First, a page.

Wednesday, February 28, 2007

Leadfield, Death Valley, California


It is often hard to discern what is before you in the desert. There is so much light that the pupils constrict and your vision becomes unreliable. I luxuriated in the southern California desert for over two years and became a devotee. One of my most consistent yearnings each springtime is to return to Death Valley for a visit and a room at the Furnace Creek Inn.

The photo above was taken in April, 2001 on my first trip to Death Valley. The area pictured is Tyson's Pass, on the northeast side of the Valley. It is high desert, dry, but green. Off in the distance and around that mountain, the elevation drops drastically to the desert floor. When you reach the basin of Death Valley you are below sea level in a serious way. I put this picture up because it is one of the most hospitable areas of the Valley. People rarely see its green and "kinder" side. Yet, even here, survival was impossible.

Tyson's pass is drop dead beautiful. The problem with these big, beautiful spaces in our country is that in order to get a shot of them you need a six-trillion dollar lens. This I do not have. So the meager shot above must suffice. And it does. It yanks me right into a deep yearning for the place and the unending narrative of the desert.

The tale of Leadfield reveals a common desert failure; the inability to grasp the excruciating heat and terrible dust of the desert environs. Also, wrapped up in this Leadfield story is the cautionary narrative about trusting your future to winning the Lottery. One who came believing in stories of fortune was, well...toast. Blind to the desert's merciless environment, the adventurer is either found crawling out on his hands and knees or dead. The dead then become part of the blowing dust of the immense, lonely place.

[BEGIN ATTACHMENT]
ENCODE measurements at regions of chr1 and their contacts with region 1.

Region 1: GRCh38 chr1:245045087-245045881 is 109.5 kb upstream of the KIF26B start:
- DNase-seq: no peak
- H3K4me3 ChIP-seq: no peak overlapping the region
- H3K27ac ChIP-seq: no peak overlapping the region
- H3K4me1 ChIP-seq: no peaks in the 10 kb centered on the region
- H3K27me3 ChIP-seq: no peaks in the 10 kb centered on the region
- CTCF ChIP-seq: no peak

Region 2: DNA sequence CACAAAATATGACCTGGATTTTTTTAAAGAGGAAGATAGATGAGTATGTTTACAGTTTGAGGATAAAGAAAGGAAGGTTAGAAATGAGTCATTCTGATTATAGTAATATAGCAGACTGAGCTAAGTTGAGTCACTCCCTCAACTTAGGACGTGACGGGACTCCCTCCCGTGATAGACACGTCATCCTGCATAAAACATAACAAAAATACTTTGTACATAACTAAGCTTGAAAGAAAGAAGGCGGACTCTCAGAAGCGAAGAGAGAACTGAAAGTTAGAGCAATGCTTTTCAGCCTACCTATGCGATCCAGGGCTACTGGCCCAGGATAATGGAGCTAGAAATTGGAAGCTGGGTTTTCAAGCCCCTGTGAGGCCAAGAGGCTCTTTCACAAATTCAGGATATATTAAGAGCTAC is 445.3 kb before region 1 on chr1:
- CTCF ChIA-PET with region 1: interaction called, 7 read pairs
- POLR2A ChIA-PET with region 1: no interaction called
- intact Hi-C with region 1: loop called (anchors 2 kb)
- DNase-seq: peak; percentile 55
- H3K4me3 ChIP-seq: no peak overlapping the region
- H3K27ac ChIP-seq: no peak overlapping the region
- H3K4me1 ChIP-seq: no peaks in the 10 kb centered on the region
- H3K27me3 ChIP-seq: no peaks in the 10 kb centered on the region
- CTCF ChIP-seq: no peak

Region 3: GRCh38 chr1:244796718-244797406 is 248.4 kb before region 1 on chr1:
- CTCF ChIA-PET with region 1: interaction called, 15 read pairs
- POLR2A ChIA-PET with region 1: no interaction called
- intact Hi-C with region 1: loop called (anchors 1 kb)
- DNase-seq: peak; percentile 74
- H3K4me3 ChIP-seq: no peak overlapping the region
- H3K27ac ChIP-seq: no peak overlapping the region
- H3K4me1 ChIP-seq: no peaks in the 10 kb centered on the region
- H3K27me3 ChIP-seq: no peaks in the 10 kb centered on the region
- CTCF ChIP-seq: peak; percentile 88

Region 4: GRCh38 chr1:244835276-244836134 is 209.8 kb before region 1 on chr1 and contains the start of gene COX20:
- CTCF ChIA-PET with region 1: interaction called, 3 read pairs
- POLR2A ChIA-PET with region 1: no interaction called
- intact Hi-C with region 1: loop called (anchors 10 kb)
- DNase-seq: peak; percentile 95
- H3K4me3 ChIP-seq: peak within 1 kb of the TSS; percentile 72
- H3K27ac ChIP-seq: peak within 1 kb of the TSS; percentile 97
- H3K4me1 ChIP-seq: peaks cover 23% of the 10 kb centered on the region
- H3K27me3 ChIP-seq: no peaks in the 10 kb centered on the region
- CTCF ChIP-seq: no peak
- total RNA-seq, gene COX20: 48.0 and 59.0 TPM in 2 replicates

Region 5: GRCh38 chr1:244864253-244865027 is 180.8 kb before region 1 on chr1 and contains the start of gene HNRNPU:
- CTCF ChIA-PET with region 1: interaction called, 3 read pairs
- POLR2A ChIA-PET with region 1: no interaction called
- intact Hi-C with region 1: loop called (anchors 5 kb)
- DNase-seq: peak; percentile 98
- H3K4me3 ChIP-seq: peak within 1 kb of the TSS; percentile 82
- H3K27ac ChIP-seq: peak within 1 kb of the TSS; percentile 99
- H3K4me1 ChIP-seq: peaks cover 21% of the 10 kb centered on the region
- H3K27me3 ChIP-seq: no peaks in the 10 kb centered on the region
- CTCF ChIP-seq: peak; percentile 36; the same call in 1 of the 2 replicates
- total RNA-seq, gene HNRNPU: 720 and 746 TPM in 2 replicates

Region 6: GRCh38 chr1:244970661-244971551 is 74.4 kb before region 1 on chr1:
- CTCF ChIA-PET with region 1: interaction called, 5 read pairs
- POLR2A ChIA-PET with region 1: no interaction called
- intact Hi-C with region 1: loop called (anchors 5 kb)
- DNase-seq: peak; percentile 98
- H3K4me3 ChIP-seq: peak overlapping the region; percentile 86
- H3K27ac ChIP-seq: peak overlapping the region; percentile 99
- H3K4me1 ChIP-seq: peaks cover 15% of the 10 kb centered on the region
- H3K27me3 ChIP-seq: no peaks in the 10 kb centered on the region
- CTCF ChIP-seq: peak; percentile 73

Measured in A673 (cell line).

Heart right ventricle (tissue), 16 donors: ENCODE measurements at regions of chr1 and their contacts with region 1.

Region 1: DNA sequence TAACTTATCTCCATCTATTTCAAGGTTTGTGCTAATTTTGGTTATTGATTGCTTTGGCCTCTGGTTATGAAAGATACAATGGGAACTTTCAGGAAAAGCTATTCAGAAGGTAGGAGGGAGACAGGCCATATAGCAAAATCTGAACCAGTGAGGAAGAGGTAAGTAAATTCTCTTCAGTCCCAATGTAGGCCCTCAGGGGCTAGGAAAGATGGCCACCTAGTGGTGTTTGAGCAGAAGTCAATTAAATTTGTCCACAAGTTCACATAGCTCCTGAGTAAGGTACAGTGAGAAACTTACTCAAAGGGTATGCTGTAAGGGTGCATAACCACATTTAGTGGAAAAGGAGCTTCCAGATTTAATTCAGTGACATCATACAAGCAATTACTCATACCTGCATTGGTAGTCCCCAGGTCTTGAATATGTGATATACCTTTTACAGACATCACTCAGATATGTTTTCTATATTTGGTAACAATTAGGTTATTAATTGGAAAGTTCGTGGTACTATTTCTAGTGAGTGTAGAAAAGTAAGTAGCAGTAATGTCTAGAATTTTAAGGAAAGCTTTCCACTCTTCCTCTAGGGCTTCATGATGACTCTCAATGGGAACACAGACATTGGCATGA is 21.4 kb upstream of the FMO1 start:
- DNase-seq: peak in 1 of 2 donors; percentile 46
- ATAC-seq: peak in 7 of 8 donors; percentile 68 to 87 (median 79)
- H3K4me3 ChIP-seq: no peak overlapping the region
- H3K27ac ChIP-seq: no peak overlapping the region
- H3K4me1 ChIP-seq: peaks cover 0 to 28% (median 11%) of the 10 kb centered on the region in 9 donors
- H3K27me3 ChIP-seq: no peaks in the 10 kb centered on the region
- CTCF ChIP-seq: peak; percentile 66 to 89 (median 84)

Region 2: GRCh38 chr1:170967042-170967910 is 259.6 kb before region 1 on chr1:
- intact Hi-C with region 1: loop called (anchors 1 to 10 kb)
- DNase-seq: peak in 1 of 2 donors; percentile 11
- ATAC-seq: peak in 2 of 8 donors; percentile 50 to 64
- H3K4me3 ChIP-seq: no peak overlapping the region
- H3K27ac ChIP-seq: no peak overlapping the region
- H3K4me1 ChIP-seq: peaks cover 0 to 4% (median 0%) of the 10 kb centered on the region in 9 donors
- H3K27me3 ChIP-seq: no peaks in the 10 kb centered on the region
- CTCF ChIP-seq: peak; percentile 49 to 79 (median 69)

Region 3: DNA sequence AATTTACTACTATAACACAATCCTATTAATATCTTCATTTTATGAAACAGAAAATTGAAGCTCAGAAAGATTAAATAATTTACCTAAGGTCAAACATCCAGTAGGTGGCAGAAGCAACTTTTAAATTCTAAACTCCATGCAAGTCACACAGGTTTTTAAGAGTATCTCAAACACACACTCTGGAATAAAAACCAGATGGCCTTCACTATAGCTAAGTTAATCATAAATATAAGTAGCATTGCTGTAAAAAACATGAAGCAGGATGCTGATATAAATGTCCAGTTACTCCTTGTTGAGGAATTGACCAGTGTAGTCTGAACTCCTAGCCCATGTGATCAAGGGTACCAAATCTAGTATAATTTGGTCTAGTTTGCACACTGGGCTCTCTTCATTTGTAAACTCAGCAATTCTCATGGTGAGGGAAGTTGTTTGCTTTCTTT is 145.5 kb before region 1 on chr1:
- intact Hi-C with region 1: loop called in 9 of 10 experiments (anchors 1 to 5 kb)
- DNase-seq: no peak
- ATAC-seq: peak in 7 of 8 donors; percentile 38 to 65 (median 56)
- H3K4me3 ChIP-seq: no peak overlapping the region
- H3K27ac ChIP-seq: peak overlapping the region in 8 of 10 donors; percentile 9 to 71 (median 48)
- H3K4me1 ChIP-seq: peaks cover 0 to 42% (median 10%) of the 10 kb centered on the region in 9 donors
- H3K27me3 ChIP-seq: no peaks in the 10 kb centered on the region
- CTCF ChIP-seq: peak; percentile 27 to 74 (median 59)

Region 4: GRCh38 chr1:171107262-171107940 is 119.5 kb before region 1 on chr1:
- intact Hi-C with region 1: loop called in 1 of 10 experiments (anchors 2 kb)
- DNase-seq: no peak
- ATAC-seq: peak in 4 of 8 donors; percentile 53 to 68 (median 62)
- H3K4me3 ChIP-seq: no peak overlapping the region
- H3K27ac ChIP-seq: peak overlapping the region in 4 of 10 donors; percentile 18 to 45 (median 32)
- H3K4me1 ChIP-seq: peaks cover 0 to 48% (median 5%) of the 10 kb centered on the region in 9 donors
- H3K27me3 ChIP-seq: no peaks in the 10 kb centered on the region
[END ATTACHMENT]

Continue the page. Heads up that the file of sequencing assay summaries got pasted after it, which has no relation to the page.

Death Valley provides a glimpse of an astounding natural world. There is no other place like it. You may catch the sites and feel of the desert in other parts of the USA and other countries. You can see it in the Mojave, Gobi, Sahara. But the sheer freaky, beautiful variety of the landscape of Death Valley is like no other. Knowing that I could return to the Furnace Creek Inn at high, frigging, noon and jump in the pool, made it possible to explore the gorgeous place. To me it is similar to the surprise and grandeur of the Grand Canyon (The vertical drop from Telescope Peak, highest mountain in the Valley, to the Badwater Basin is twice the depth of the Grand Canyon). But Death Valley is different from the truly, grand, Grand Canyon. It has a startling variety of landscape and it is formidable and inhospitably treacherous. These qualities add a nice edge to a trip.

4 comments:

sheigh said...

sunscreen? water? critters?

Matt said...

I felt a wave of desert ratness wash over me when I read your post. Beautifull, pass the cabo-wabo.

jamm said...

Sheigh and Matt, you know your deserts. Thanks for visiting. We must do the Valley in the springtime one year soon. Cabo Wabo. Yes!!

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